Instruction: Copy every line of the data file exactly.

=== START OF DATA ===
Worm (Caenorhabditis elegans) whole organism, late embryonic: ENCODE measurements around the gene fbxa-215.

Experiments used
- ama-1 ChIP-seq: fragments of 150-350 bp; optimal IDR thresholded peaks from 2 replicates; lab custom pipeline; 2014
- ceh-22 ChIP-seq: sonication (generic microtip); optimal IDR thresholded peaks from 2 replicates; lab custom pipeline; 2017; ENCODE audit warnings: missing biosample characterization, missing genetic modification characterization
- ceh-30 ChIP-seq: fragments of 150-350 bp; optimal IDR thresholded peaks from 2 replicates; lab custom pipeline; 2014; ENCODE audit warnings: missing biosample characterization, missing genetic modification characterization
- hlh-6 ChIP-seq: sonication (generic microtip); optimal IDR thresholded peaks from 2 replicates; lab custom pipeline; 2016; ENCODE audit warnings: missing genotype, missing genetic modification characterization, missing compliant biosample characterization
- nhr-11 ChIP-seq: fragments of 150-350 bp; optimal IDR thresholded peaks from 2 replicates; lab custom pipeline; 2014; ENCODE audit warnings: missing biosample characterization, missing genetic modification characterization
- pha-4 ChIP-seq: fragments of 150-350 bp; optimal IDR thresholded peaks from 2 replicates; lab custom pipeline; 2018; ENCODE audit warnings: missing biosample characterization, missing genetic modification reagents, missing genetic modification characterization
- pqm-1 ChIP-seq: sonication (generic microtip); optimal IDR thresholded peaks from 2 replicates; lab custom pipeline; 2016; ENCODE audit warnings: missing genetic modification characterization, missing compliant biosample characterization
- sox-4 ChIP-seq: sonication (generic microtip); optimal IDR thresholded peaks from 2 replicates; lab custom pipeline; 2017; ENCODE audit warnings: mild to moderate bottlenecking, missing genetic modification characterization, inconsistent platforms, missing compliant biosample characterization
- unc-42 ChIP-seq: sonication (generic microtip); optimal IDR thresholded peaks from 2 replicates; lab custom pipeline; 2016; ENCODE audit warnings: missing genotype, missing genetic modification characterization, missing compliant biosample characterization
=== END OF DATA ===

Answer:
Worm (Caenorhabditis elegans) whole organism, late embryonic: ENCODE measurements around the gene fbxa-215.

Experiments used
- ama-1 ChIP-seq: fragments of 150-350 bp; optimal IDR thresholded peaks from 2 replicates; lab custom pipeline; 2014
- ceh-22 ChIP-seq: sonication (generic microtip); optimal IDR thresholded peaks from 2 replicates; lab custom pipeline; 2017; ENCODE audit warnings: missing biosample characterization, missing genetic modification characterization
- ceh-30 ChIP-seq: fragments of 150-350 bp; optimal IDR thresholded peaks from 2 replicates; lab custom pipeline; 2014; ENCODE audit warnings: missing biosample characterization, missing genetic modification characterization
- hlh-6 ChIP-seq: sonication (generic microtip); optimal IDR thresholded peaks from 2 replicates; lab custom pipeline; 2016; ENCODE audit warnings: missing genotype, missing genetic modification characterization, missing compliant biosample characterization
- nhr-11 ChIP-seq: fragments of 150-350 bp; optimal IDR thresholded peaks from 2 replicates; lab custom pipeline; 2014; ENCODE audit warnings: missing biosample characterization, missing genetic modification characterization
- pha-4 ChIP-seq: fragments of 150-350 bp; optimal IDR thresholded peaks from 2 replicates; lab custom pipeline; 2018; ENCODE audit warnings: missing biosample characterization, missing genetic modification reagents, missing genetic modification characterization
- pqm-1 ChIP-seq: sonication (generic microtip); optimal IDR thresholded peaks from 2 replicates; lab custom pipeline; 2016; ENCODE audit warnings: missing genetic modification characterization, missing compliant biosample characterization
- sox-4 ChIP-seq: sonication (generic microtip); optimal IDR thresholded peaks from 2 replicates; lab custom pipeline; 2017; ENCODE audit warnings: mild to moderate bottlenecking, missing genetic modification characterization, inconsistent platforms, missing compliant biosample characterization
- unc-42 ChIP-seq: sonication (generic microtip); optimal IDR thresholded peaks from 2 replicates; lab custom pipeline; 2016; ENCODE audit warnings: missing genotype, missing genetic modification characterization, missing compliant biosample characterization